“The idea that this so-called Truth Commission would somehow resolve the good-faith disagreements ... is just asking us to believe in the tooth fairy.”
Now it is possible to get behind the realpolitik stance of moderate Republican Arlen Spector, who said that Democrats “can walk in the front door” of the Justice Department and “ask directions to the relevant filing cabinet.” Mainly because that is happening already. Day by day new revelations are coming out about all sorts of unconstitutional legal opinions proffered by Justice lawyers after 9/11. Really all we have to do is look in and see what has been filed.
But Leahy is also correct. This needs to be a matter of public investigation, and should be bipartisan, or if you will, non-partisan.
But that won’t happen as long as you have brainiacs like John Cornyn in there stirring up the pot, calling acts and deeds that were arguably illegal if not immoral, “good faith disagreements.”
Did Josef Stalin have a good faith disagreement with the people he and his surrogates sent to the gulags?
With the people he had double tapped in the basements of Lefortovo Prison?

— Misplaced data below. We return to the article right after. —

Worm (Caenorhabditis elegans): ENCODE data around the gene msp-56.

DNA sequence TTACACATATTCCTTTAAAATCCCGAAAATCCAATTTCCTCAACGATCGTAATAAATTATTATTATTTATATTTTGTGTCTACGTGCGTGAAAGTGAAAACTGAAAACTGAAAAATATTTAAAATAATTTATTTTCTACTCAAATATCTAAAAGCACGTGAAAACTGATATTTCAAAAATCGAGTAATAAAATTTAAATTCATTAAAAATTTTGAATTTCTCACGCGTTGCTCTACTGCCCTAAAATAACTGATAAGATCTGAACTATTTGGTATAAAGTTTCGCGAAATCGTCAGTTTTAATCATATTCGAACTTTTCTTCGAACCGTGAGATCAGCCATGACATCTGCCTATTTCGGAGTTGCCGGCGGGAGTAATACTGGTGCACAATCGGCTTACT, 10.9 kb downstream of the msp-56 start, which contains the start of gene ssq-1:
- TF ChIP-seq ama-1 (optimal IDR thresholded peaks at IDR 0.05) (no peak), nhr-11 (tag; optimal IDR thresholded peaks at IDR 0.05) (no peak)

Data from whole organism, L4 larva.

Honestly, if the disagreement is one of “good faith, ” let’s say, the good faith disagreement that waterboarding is a form of torture, I can figure out a good way to settle the disagreement.
Let’s set up a chamber in the basement of the Capitol, and let’s line up all the ladies and gentlemen of Congress who have a “good faith disagreement” that waterboarding is not really torture, John Cornyn can stand at the head of the line. Let them in the chamber one at a time, then stuff a wet rag down their mouths, tie them to a board so their feet are slightly elevated over their heads, put a wet cloth sack over their heads, and then poor water in their mouths through the sack.
All the while asking where they planted the bomb.
And not stopping until it is found out where it is.
My guess is we will have a few fewer “good faith disagreements” by the time we go through that line.